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Cooked Fudge - Page 3

post #31 of 43
sweetreasures,
Your comments were reassuring. Thanks.

"Let it sit a few minutes and stir" How long do you let it sit? How do you know when to start stirring? How long do you stir?

"I have never been able to let it cool to 110 degrees or even stir it until it is no longer glossy. It becomes too thick to stir and it does become too crumbly to try and pour out." Those are some of my problems.

kimmers, Thanks for that recipe--it looks delicious. I might give it a try soon.
BUT I am determined to make "cook to the soft-ball stage" fudge! I may use a ton of sugar and chocolate in the process, but I will succeed!

The ironic thing here is that I don't even like fudge, and neither does anyone in my family. But I must conquer it!
post #32 of 43
Well if you are trying to stir that fudge until it is no longer glossy its a wonder you haven't broken your wooden spoon in it.

You need to stir just until it starts to loose its gloss, for most recipes it takes me about 10 minutes.

To speed up the cooling, i place the pan of fudge into a sink of ice water about 1 inch or so deep. It doesn't take that long and no i don't let it cool to 110 probably more like 140 to 160 the bottom of the pan should be able to be lukewarm to the touch. I place the pan on my lap and get stirring. Have the pan that you are transferring to ready to go and keep it handy, when the fudge it starting to hold its shape in the pan and you will see the gloss just start to fade get it transfered fast.
post #33 of 43
Thank you, peg818.
I tried to be a good girl and follow directions. I guess I have to be a rebellious fudge maker! When I get enough time, I'll try again!
post #34 of 43
Oh and don't try to make this on a rainy day. For some reason it just doesn't work if you do.
post #35 of 43
cutthecake: I'm not sure how long I let the fudge sit and don't recall the temp - maybe not more than 10 minutes and then stir until it just starts to thicken up but thin enough to get it out of the pan. Pretty much like Peg818 said.

I try not to make candy on rainy days either but I just can't help myself and keep trying at least once each year to do so. My almond toffee still turns out ok but it's just on the edge of burning even though I keep turning the temp down. No one else can tell the difference but I can.
post #36 of 43
The Fudge Chronicles continue...
Early on Day 3.
Nope. No fudge. A burned mess in the pan and a rock-hard blob. I seem to remember something from long, long ago. For an accurate reading, a candy thermometer is supposed to be submerged at least two inches in the liquid, and that isn't happening in my pot/thermometer configuration. So I went off to buy a new thermometer.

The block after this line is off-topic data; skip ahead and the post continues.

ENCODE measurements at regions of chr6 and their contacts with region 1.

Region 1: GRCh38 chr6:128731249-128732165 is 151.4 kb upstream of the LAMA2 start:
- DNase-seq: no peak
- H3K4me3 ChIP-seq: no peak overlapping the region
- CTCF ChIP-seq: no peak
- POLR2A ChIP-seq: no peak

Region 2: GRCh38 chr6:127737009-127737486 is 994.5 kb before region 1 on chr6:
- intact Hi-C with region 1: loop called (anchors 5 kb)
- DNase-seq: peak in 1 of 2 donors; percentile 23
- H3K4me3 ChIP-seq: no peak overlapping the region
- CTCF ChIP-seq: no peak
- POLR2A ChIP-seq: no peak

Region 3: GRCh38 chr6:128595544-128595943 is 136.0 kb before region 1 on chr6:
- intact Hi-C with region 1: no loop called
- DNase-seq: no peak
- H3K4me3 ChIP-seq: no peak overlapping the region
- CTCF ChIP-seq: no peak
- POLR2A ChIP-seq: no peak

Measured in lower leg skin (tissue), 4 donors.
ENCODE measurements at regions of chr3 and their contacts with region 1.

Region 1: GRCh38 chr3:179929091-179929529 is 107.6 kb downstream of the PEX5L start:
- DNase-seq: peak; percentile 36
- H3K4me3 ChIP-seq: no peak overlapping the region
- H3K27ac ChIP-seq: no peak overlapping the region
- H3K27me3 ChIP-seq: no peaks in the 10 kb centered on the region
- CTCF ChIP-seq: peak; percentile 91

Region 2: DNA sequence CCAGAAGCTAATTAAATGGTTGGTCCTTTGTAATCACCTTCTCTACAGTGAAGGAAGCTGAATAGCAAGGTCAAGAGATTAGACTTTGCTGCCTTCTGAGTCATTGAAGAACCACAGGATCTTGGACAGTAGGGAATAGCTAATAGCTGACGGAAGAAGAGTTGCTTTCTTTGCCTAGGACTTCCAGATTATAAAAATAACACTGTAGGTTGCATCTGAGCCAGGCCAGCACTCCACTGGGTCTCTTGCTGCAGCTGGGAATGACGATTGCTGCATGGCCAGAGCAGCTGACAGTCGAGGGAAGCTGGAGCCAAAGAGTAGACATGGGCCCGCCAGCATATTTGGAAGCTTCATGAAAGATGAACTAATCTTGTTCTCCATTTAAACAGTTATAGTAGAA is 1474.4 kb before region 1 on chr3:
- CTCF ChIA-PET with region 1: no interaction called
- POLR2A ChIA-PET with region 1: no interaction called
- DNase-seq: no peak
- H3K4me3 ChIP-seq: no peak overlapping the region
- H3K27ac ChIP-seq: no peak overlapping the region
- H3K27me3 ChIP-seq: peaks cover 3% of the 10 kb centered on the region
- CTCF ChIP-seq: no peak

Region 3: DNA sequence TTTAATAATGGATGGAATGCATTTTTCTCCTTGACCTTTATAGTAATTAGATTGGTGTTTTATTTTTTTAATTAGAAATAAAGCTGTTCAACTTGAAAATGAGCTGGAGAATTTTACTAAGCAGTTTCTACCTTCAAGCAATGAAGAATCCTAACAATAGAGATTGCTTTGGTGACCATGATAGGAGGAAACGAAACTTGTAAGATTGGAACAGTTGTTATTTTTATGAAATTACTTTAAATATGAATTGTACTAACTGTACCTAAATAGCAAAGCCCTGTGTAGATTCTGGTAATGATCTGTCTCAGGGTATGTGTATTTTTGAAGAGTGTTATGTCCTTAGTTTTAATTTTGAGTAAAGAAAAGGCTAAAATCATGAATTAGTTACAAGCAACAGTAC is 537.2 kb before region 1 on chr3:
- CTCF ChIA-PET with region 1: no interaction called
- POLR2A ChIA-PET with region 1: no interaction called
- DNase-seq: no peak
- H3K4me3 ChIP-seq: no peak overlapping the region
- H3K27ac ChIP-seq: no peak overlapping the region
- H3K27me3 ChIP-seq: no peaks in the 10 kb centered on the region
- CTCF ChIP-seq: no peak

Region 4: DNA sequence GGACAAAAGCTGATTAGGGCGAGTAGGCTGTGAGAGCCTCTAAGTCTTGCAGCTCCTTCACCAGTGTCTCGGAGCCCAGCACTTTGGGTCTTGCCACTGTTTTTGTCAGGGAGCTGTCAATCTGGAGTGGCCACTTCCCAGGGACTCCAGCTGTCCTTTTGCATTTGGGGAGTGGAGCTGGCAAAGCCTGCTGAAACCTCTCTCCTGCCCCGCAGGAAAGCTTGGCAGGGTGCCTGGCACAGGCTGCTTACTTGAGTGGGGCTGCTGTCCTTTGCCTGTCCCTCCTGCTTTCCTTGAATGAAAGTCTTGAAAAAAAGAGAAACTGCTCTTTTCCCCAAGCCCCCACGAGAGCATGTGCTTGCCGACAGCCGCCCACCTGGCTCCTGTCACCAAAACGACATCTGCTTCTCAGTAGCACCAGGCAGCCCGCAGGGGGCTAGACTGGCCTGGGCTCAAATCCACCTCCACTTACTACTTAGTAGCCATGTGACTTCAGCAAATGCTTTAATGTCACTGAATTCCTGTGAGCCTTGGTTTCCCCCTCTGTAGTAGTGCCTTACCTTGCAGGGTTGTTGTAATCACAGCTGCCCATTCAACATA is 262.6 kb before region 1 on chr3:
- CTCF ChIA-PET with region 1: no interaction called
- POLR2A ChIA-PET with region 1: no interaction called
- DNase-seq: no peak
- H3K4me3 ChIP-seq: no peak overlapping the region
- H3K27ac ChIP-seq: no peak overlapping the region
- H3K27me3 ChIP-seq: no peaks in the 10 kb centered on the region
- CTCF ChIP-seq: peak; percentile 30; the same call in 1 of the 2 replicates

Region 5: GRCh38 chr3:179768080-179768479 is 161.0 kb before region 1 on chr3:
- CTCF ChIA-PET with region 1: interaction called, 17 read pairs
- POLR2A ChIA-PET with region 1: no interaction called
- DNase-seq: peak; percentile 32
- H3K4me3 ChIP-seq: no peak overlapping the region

post #37 of 43
The Fudge Chronicles...........
Later on Day 3.
Scrubbed pot to remove burned mess. Bought more sugar and cocoa powder. Couldn't find a new thermometer.

Batch 4 produced an edible fudge! Not great--kind of coarse, but not gritty. I guessed at the temperatures, didn't follow directions too precisely and produced a passable fudge. Go figure.

I re-tested my thermometer. It doesn't want to register above 204* or so. THAT explains a lot!
Thanks to everyone who offered suggestions. I'm going to make the perfect batch of fudge one of these days.
post #38 of 43
I have used the Hershey's recipe since I was a kid... learned it from my mom, who used it for many years before me. LOVE that fudge! Anyway, I never let it cool after soft ball stage. Just add the butter and vanilla and start beating the daylights out of it. And I don't watch for it to lose its gloss... I go more by texture. When it's ready to pour, it will stay somewhat separated as the spoon passes through, rather than flowing right back together. Then pour it into a buttered pan/dish/plate (I use a glass pie plate). It'll be ready to cut and gobble up as soon as it's cool. icon_biggrin.gif
post #39 of 43
Oh, yeah, I forgot to add... you mentioned one batch burned... that's just from the burner temp being too high. Make sure you keep it fairly low. And remember that you need to stir constantly while it cooks.

Hope you get a great batch soon... it's well worth the work!
post #40 of 43
Thanks, DSmo.
I can't help wondering why there is so much room for variation with these recipes. The Hershey's web site says to follow directions "exactly", but that didn't seem to work.

The batch that burned probably did so because I cooked it forever (maybe 45 minutes). My thermometer wasn't budging, but I had the flame very low.
post #41 of 43
Yeah, I don't use a thermometer. I have tried it in the past, but it never worked out. I just check for the soft ball when it looks ready. Unfortunately, I have no idea how long that takes. I've never checked the clock. And the only time I've ever had the fudge burn was when the heat was too high. Cooking too long doesn't usually burn it, it just changes the texture of the final product (it'll come out harder and more dry). But you're right... it is odd that the recipe says to follow directions precisely, yet everyone seems to have their own variation and success.
post #42 of 43
I can make jellies and jams with no problems. Fudge is killing me!
post #43 of 43
The Fudge Chronicles, 2012.
I decided to try again. This is one very expensive experiment.

The fudge hardened in the bottom of the saucepan, and I had to add water and boil the mass until I could remove it. Then Brillo, Brillo, Brillo.

I just bought the digital thermometer that someone recommended earlier in this thread, but I haven't used it yet. Today is damp and rainy...guess I'll have to wait for a better fudge-making day. Some of you have said the weather doesn't matter. With my record, I can't take any chances.
I WILL make edible fudge!
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